Thursday, May 17, 2012
I just wrote something on adexchanger, about the self-destructiveness of publishers thinking about adopting dynamic floor prices, and other mechanisms that incentivise buyers to significantly reduce the prices at which we bid for inventory.
Tuesday, May 1, 2012
I enjoyed this article very much over on Adexchanger, which got me thinking:
For those of us who have been in the online advertising industry for a long time, I think this is a great question.
Firstly we should be clear what we mean by “brand advertising”. Often we use it in the online industry to mean “something bought at a high CPM price”. However, this is clearly not what P&G means. I would suggest something like this: brand advertising is what causes us to buy a particular soap powder instead of another one that appears to have the same characteristics but costs less. Brand is therefore Warren Buffet's famous "moat" that protects companies from competition. Coca Cola is a famous example, but almost everything Unilever makes fits into this category.
Historically, TV has been pre-eminent at building the characteristics of trust, quality, recognition, etc that build up a brand.
Does "brand advertising" work on the web? And if so, given how smart the people at P&G are, why do they spend so little money online? Perhaps the dirty secret is that forcing people to watch a 30 second ad for soap powder between their favourite shows is just a lot more powerful than any number of random ads for a product you have no interest in. This would explain why the brand advertising end of display is so small.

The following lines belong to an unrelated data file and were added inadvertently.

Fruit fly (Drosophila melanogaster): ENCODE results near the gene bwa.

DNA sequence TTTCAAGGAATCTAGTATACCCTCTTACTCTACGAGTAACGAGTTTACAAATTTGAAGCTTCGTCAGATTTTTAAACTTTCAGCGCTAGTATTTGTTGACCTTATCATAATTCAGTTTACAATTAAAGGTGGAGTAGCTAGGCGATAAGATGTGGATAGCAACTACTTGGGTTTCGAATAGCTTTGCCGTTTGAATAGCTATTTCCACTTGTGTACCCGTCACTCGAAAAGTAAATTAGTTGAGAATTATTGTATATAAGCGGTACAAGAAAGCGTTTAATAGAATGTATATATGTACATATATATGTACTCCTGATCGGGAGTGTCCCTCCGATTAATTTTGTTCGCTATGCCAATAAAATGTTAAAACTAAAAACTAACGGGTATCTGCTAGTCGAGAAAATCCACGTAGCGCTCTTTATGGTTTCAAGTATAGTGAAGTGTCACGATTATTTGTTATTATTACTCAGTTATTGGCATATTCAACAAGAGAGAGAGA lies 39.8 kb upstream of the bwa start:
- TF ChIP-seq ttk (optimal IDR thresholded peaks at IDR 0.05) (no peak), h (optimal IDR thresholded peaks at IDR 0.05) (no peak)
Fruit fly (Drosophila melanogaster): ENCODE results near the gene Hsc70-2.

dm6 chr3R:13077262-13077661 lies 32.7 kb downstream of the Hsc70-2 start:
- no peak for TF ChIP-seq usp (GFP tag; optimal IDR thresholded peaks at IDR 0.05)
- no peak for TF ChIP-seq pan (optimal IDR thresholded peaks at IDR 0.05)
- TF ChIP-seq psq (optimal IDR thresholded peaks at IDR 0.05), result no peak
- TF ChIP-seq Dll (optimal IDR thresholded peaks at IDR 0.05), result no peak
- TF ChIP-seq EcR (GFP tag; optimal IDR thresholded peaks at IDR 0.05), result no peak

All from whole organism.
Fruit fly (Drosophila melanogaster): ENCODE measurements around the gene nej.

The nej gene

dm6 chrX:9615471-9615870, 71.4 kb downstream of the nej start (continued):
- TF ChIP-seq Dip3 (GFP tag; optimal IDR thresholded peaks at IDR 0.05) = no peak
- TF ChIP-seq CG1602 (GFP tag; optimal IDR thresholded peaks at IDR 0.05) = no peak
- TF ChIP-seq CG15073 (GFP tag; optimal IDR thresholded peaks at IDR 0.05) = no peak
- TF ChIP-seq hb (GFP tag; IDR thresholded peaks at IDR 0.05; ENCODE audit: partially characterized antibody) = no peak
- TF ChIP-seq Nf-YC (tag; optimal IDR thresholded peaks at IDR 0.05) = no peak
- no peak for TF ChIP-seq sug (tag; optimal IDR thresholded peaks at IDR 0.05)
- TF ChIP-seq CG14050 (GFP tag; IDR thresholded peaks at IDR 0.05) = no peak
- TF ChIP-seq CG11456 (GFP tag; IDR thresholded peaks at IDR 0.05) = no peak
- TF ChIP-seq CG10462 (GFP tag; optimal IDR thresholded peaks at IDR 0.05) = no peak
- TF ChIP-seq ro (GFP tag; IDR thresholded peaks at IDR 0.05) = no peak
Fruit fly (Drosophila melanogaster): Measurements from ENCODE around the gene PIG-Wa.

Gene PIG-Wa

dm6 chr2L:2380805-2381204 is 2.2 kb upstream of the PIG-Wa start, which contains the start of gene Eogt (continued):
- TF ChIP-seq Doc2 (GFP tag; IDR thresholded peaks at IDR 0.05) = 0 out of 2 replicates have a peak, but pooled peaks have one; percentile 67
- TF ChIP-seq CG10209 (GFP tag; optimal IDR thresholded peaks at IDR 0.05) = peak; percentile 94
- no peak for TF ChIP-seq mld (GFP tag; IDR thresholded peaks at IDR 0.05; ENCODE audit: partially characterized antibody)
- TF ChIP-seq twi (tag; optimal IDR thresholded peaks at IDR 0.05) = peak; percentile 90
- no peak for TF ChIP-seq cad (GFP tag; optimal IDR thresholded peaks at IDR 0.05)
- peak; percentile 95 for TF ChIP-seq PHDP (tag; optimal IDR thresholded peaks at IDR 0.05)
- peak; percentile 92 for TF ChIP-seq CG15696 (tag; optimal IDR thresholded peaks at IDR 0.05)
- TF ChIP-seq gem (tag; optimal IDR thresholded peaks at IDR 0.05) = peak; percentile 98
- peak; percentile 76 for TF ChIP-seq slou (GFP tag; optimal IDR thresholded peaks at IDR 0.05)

On the other hand, direct response works dramatically better online than offline. Google’s more than $40Bn of revenue demonstrates this.
So I see two possibilities:
1. Brand advertising through traditional display ads doesn’t work. If so,the best opportunities online must be video (which is TV after all), and more excitingly social recommendations. If Facebook can ever get the power of personal recommendation to combine with an ad unit large and flexible enough to allow creative agencies to tell a story I think something really exciting could happen there (I guess that explains the mooted $100B valuation).
2. Brand advertising can work based upon the same principles we see in direct response: create the right tailored ad for the right individual, instead of generic ads targeted at every man woman and child who visit a website. Get this right, and I believe the “upper funnel” could start to work online to build brand engagement and not just fulfil an intention. More on this in the future...